Pip acknowledges all Magwitch has done for him and realises that Magwitch did not choose this life but was forced into it through poverty, everything Magwitch has done was to pay back the kindness Pip showed him as a child.

‘took my place by Magwitch’s side’ acknowledging the ‘affection, gratitude and generosity’ of Magwitch

As an adult Pip is able to realise he is happy and comfortable. He can be with Estella now he understands how to be a good person.
‘I work pretty hard for a sufficient living and therefore – yes, I do well!’

‘saw no shadow of another parting from her’

On one meeting with Estella, before her engagement to Drummel, Pip gives a grand speech about how he loves her.

‘You have been in every line I have read…. Every prospect I have ever seen’

Pip acknowledges whilst he is spending all his fortune in London that you cannot truly change the person you are supposed to be, no matter how much dressing up you do.

“No varnish can hide the grain of the wood; and that the more varnish you put on, the more the grain will express itself.”

Great Expectations Essays

We’re ready for the essays guys! Your favourite part of the course! Remember we are using PEEL to structure our essays.That’s Point, Evidence, Explain and Link Back.

We’ve already taken a look at the questions from the past papers and its clear that we can comfortably answer most of the questions. We probably won’t spend much time on the ‘setting’ based ones purely because we haven’t spent time focusing on this in our discussions during class.

The first question we are going to look at is this:
Choose a novel or short story in which there is a complex character for whom the reader has some sympathy. With reference to appropriate techniques, explain the nature of the complexity and discuss how your response to this character adds to your appreciation of the text as a whole.

We could answer this question by looking at one of three characters: Pip, Miss Havisham or Estella. It makes the most sense to answer it using Pip as he is the narrator and protagonist of the story. If you have a think about Pip’s character, he isn’t always the greatest person despite being in a secure environment. At times he is actually downright unlikeable. We will take him as our character for this essay.

To plan out this essay then we first of all need to think of 5 points from the book that show us Pip is a complex character. There are a lot of points that you could make. Here’s the 5 points we have:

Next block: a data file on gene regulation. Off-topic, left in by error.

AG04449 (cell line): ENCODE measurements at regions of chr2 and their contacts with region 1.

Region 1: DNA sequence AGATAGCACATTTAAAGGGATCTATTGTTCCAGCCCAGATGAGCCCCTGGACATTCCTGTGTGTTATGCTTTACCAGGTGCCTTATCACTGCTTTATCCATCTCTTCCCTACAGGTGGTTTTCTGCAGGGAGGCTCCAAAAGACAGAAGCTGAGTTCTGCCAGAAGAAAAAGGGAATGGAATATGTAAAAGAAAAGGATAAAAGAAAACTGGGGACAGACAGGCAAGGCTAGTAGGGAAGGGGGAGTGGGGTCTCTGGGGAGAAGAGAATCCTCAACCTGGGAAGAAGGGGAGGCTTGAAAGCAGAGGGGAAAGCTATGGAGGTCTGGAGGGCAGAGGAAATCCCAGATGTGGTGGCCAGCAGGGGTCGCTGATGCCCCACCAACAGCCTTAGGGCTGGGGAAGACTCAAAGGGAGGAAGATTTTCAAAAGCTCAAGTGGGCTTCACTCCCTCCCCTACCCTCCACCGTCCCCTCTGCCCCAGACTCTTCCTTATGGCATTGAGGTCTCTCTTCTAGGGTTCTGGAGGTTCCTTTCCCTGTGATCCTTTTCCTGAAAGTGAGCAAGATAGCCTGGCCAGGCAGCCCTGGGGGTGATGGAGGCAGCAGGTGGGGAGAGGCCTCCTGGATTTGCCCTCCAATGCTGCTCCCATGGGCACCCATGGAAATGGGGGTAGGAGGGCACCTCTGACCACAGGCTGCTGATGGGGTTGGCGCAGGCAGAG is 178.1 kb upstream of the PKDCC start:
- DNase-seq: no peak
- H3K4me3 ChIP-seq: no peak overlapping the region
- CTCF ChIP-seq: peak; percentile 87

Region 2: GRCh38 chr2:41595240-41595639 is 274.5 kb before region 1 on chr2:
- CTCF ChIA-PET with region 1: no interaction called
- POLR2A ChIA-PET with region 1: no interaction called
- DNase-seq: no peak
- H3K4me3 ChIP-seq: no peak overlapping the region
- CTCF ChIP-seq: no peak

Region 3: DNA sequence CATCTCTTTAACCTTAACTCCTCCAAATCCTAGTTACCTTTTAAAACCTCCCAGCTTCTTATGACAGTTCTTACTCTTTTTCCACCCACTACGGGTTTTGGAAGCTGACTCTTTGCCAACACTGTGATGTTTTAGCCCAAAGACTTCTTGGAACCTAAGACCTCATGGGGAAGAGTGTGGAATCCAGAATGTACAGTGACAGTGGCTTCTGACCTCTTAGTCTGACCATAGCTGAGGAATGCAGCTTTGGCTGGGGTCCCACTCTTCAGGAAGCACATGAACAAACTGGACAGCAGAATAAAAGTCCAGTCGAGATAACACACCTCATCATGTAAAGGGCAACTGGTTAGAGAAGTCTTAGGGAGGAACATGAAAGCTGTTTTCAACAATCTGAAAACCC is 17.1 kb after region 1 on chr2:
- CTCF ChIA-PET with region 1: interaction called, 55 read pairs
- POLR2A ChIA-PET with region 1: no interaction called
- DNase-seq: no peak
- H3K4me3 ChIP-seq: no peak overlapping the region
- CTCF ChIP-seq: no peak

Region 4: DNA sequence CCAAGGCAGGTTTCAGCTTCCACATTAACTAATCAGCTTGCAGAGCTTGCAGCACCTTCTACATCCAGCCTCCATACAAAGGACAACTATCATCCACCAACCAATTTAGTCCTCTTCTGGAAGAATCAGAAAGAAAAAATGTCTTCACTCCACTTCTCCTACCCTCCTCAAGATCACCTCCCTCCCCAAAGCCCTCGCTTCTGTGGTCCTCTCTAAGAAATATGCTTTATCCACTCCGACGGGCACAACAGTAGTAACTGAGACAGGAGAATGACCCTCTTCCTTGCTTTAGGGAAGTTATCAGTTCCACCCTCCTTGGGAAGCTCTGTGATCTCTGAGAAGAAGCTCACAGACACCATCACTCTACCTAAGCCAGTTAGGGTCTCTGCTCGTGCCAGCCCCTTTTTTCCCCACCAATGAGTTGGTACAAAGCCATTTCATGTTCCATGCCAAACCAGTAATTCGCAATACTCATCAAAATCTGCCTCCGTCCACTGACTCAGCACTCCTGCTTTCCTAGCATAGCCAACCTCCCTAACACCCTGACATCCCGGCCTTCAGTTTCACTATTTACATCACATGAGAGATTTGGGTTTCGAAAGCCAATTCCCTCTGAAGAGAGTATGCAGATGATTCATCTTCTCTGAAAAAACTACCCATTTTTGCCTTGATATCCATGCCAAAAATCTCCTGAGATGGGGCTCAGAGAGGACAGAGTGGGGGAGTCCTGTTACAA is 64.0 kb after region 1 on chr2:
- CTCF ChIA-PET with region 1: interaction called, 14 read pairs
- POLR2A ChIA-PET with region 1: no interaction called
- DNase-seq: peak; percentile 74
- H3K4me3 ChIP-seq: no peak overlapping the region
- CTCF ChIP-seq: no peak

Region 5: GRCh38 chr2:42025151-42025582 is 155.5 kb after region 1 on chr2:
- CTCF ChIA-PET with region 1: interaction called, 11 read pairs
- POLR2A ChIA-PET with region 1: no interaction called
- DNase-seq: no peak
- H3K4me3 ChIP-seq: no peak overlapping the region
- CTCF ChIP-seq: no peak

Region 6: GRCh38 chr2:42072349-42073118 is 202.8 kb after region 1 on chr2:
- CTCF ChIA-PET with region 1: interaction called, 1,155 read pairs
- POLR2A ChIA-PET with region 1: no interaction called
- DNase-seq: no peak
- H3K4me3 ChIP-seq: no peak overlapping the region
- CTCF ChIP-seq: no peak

Pip helps the convict out of fear but also kindness
Pip discovers that life could be different if you are wealthy as he is introduced to Miss Havisham and her world
Pip is unkind to Joe and embarrassed by him he starts to live his life in London
Pip looks after Magwitch and turns his life around
Pip fully changes his character for the better by understanding a good work ethic and being morally good.

If these are our 5 points we need to get evidence from the text that supports this. Your first job is to work out what quotes from the text we will use to back up these 5 points. Once you’ve got your quotes we’re ready to start writing!

For your paragraphs you will be using PEEL to structure your response – POINT>EVIDENCE>EXPLAIN>LINK BACK

(Click on the images below to make them bigger.)

Great Expectations Chapter 55 & 56 notes

  1. Dickens does not think all criminals are bad. We know this as Magwitch is not a black and white character. Nor are some of the other characters in this book or his others that commit criminal acts. There are complex reasons behind their acts.

  2. Dickens gains sympathy for the prisoners because it is made clear that the odds are against those on trial before the trial has even begun. The judge already has an idea of who these men are before they are in front of him.

  3. Dickens stops this series of chapters from becoming too heavy by making Pip visit Wemmick to add a bit of lightness.

  4. When Magwitch dies Pip’s story comes full circle. He is finally able to see the humanity in all people or the cruelty in them. He understands that money does not make people worthy, but their actions do and their treatment of others. Having Magwitch hanged would have been a cruel end to Magwitch.

  5. Pip repays Magwitch before he dies by telling him about Estella and telling Magwitch that she is well loved by himself.

  6. Own response on how you think the book will end.